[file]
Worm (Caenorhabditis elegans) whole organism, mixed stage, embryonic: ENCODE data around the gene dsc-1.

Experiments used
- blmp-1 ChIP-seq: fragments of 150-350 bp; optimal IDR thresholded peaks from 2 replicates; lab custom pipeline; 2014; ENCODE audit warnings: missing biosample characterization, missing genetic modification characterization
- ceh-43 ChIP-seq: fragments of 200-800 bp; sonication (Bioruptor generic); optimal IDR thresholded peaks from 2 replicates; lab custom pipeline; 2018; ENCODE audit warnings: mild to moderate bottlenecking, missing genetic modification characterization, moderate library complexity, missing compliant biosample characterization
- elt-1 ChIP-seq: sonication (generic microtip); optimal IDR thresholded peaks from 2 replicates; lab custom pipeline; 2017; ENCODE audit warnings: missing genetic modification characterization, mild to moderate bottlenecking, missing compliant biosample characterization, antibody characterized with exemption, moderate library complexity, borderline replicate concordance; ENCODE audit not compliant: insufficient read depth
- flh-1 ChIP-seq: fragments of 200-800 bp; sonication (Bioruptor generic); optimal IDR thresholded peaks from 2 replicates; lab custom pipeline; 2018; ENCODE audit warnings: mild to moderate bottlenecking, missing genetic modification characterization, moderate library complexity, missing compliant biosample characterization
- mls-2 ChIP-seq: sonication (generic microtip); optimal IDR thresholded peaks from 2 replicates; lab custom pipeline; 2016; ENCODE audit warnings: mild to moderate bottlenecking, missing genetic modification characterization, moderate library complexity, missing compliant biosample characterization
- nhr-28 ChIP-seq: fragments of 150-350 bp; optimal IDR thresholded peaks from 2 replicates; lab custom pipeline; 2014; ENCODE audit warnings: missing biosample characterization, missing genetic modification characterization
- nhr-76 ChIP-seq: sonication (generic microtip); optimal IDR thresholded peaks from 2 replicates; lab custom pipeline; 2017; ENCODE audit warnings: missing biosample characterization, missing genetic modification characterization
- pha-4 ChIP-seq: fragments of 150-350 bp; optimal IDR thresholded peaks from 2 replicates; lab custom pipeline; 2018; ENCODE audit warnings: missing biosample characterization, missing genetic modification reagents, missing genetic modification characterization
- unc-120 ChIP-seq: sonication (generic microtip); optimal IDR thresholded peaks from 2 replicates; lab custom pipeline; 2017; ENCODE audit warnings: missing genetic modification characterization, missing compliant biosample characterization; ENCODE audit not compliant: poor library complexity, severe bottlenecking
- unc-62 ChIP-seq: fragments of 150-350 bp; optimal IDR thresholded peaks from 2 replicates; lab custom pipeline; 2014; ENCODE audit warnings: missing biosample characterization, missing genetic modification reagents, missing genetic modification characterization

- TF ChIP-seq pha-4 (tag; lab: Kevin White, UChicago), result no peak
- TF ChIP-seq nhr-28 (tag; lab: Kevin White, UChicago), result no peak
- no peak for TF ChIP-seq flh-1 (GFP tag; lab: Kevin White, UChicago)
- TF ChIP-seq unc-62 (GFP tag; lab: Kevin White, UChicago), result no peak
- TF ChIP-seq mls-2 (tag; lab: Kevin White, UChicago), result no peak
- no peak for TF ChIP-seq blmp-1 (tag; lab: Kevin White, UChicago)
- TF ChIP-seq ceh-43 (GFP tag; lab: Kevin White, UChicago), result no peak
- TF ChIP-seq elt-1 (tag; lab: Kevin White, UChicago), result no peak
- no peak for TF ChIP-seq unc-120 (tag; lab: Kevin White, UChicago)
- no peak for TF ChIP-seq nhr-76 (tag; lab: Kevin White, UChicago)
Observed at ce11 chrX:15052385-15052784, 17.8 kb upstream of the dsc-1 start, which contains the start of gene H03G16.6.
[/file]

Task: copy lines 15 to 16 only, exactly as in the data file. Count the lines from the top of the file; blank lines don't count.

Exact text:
- no peak for TF ChIP-seq flh-1 (GFP tag; lab: Kevin White, UChicago)
- TF ChIP-seq unc-62 (GFP tag; lab: Kevin White, UChicago), result no peak